VOL. 123 | NO. 196 | Tuesday, October 7, 2008
Regardless of Own Role, Mayor Wants Consolidation
By Bill Dries
LIGHTNING ROD: Memphis Mayor Willie Herenton said last week he doesn’t want to lead another consolidation drive because his mere presence could cost the proposal necessary political support. – PHOTO BY BILL DRIES
Memphis Mayor Willie Herenton’s latest consolidation call goes to a special joint meeting of the Memphis City Council and the Shelby County Board of Commissioners today.
The afternoon session was arranged hastily minutes after Herenton raised the perennial issue again at Friday’s education funding summit at the University of Memphis. But Herenton told the room full of politicians that he’s not looking to lead on the issue.
“I don’t want to take the leadership,” Herenton told council chairman Myron Lowery as the two huddled after his remarks. “But where in the hell is the leadership going to come from? I want to be a follower.”
It was the second time in a week that Herenton acknowledged there’s a downside when he weighs in on an issue.
Herenton told the Memphis Cook Convention Center board days earlier that he would not be involved in any study of a new convention center he advocated just last month. He said he wanted to remove himself because he had become a “lightning rod” for criticism of the idea.
Lightning and thunder
As he talked with reporters Friday about consolidation, Herenton began by saying he would not talk about his remarks to the convention center board.
But he expressed similar sentiments about the consolidation push.
“For whatever reason, some of the stakeholders, political establishment and maybe some of the business leaders and really some of you guys in the media, whenever Willie Herenton is involved in the leadership initiative, it takes on different motivations,” he told The Daily News. “All I want is constructive change for my community. I don’t have to lead it. I want to be a follower.”
Today, Herenton will tell council members and commissioners that he wants them to consider a city charter surrender as a step toward a metro form of government.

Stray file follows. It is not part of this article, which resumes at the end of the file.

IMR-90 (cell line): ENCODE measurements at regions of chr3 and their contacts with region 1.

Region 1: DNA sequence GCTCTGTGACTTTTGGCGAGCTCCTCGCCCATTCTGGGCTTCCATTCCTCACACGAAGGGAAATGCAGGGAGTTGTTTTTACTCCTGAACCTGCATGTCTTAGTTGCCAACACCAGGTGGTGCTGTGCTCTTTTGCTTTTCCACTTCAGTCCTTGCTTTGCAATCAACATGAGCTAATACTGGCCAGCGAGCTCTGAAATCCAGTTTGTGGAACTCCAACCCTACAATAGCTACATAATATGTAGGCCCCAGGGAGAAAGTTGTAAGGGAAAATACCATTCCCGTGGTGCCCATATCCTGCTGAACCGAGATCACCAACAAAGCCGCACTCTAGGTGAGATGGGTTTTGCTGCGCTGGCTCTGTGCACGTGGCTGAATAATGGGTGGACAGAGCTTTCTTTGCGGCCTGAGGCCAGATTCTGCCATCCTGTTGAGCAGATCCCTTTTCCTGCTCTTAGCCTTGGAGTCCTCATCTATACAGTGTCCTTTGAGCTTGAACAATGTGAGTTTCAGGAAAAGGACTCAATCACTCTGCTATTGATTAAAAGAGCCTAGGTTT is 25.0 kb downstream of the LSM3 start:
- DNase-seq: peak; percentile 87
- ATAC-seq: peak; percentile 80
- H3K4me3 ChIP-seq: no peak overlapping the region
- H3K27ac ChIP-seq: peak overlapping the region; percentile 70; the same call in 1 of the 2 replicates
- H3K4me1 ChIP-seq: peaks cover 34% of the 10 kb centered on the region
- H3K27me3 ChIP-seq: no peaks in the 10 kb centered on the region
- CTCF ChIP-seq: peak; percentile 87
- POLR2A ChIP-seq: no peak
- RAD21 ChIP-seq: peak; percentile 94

The specific option is a 2009 citywide referendum proposing the city of Memphis surrender its charter. The County Commission is involved because of the role it would play in forming a metro government that might emerge from a city charter surrender.
Herenton has repeatedly kicked off campaigns for consolidation in the 17 years he’s been mayor. He has either watched as they floundered before clearing any of the multiple political hoops or he has moved on to other topics after the call garnered no critical mass from other politicians.
“I always sought to make a decision I thought was the right decision to make and to hell with whether people re-elected me or not,” Herenton said last week as he urged other elected leaders, city and county, to put aside their political survival.
This time, Herenton said he believes the recent financial industry upheaval has combined with gathering national economic storm clouds to make his case stronger.
“Please believe me, the fiscal crisis is predictable,” Herenton said Friday. “We can no longer continue to do business as usual. Come out of your comfort zones. Face some realities. We cannot continue to tax people to death. We’ve reached our limits on taxation. Economic growth is declining. The challenge is how to do we consolidate government?”